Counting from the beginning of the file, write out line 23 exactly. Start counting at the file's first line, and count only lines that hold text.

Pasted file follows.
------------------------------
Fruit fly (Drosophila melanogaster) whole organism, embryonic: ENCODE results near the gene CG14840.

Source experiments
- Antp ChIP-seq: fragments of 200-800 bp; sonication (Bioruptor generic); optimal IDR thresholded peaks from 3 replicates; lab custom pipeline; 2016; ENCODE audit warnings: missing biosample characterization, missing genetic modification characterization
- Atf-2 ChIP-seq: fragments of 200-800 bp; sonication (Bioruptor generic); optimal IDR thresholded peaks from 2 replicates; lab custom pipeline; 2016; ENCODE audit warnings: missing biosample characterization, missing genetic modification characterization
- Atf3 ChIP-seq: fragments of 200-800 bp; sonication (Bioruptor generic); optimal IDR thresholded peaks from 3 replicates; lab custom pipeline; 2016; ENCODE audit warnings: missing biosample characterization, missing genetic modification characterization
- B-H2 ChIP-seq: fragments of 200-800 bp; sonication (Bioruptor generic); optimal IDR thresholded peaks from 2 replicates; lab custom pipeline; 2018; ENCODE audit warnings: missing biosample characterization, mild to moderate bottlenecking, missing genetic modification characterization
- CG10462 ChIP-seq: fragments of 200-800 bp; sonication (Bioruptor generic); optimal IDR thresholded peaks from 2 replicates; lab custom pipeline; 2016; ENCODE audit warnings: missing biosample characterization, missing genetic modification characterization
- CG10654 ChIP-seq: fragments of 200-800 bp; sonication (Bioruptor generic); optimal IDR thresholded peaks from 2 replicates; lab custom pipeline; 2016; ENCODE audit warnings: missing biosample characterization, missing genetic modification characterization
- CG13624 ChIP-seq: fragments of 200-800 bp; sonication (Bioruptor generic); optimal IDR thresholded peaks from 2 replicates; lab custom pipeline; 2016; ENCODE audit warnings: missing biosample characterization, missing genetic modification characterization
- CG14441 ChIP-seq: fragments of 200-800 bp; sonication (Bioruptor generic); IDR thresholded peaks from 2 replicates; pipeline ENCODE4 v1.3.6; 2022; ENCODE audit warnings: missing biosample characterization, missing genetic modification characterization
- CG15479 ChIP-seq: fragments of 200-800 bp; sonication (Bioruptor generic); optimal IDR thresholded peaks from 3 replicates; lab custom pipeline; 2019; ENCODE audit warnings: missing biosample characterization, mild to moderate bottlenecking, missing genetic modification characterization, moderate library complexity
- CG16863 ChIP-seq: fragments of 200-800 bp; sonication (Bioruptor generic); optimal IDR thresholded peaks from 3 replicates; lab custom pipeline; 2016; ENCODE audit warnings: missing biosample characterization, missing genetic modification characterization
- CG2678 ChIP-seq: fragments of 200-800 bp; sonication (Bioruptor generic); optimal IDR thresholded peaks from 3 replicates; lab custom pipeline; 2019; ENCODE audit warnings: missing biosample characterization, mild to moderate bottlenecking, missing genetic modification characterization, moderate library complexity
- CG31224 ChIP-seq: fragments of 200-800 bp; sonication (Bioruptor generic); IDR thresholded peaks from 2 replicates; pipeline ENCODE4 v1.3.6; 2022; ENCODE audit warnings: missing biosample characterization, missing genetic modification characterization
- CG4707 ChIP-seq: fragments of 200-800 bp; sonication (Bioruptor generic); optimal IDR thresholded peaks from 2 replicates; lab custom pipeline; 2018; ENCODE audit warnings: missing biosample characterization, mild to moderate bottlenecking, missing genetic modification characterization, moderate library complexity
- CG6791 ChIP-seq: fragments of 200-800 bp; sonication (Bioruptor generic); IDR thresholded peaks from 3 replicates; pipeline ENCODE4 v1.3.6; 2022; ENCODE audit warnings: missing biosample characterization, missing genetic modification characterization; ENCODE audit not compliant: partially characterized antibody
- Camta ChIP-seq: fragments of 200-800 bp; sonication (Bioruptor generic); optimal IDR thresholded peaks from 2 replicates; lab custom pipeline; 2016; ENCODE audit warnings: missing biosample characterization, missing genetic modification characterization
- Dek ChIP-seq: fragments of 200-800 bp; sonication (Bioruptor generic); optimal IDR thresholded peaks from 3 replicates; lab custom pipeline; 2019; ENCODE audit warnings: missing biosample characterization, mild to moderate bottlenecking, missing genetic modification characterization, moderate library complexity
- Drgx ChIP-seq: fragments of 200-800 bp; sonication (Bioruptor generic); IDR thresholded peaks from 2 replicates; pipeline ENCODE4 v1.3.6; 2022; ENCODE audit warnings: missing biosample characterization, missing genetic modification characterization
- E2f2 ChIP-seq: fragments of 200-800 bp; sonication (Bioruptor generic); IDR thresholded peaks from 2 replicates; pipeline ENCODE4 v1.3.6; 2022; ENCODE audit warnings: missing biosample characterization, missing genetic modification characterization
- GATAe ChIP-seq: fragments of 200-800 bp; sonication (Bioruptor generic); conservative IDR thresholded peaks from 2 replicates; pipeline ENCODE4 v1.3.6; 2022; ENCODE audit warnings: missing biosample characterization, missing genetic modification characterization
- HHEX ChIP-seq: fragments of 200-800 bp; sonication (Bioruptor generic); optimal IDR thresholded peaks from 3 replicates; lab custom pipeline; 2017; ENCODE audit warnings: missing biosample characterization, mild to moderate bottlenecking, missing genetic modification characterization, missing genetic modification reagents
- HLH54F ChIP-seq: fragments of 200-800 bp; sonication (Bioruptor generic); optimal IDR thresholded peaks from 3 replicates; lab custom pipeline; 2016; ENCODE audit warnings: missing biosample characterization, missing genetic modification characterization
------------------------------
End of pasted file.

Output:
- HLH54F ChIP-seq: fragments of 200-800 bp; sonication (Bioruptor generic); optimal IDR thresholded peaks from 3 replicates; lab custom pipeline; 2016; ENCODE audit warnings: missing biosample characterization, missing genetic modification characterization